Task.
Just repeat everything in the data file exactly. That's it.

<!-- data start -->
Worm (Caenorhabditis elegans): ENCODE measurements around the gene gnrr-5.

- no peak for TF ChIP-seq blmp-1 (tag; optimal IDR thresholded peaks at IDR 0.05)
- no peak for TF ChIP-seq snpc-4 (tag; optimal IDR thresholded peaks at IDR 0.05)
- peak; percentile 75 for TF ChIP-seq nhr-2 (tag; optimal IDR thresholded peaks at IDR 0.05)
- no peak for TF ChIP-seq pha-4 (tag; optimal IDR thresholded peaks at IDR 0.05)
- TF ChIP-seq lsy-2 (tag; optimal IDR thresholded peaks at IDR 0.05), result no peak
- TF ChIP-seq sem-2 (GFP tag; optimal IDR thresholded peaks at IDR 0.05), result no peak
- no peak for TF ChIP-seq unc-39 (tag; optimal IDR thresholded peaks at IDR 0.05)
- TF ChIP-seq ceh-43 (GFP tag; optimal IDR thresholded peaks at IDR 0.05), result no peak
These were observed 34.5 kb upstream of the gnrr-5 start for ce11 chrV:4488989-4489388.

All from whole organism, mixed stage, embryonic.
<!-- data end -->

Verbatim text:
Worm (Caenorhabditis elegans): ENCODE measurements around the gene gnrr-5.

- no peak for TF ChIP-seq blmp-1 (tag; optimal IDR thresholded peaks at IDR 0.05)
- no peak for TF ChIP-seq snpc-4 (tag; optimal IDR thresholded peaks at IDR 0.05)
- peak; percentile 75 for TF ChIP-seq nhr-2 (tag; optimal IDR thresholded peaks at IDR 0.05)
- no peak for TF ChIP-seq pha-4 (tag; optimal IDR thresholded peaks at IDR 0.05)
- TF ChIP-seq lsy-2 (tag; optimal IDR thresholded peaks at IDR 0.05), result no peak
- TF ChIP-seq sem-2 (GFP tag; optimal IDR thresholded peaks at IDR 0.05), result no peak
- no peak for TF ChIP-seq unc-39 (tag; optimal IDR thresholded peaks at IDR 0.05)
- TF ChIP-seq ceh-43 (GFP tag; optimal IDR thresholded peaks at IDR 0.05), result no peak
These were observed 34.5 kb upstream of the gnrr-5 start for ce11 chrV:4488989-4489388.

All from whole organism, mixed stage, embryonic.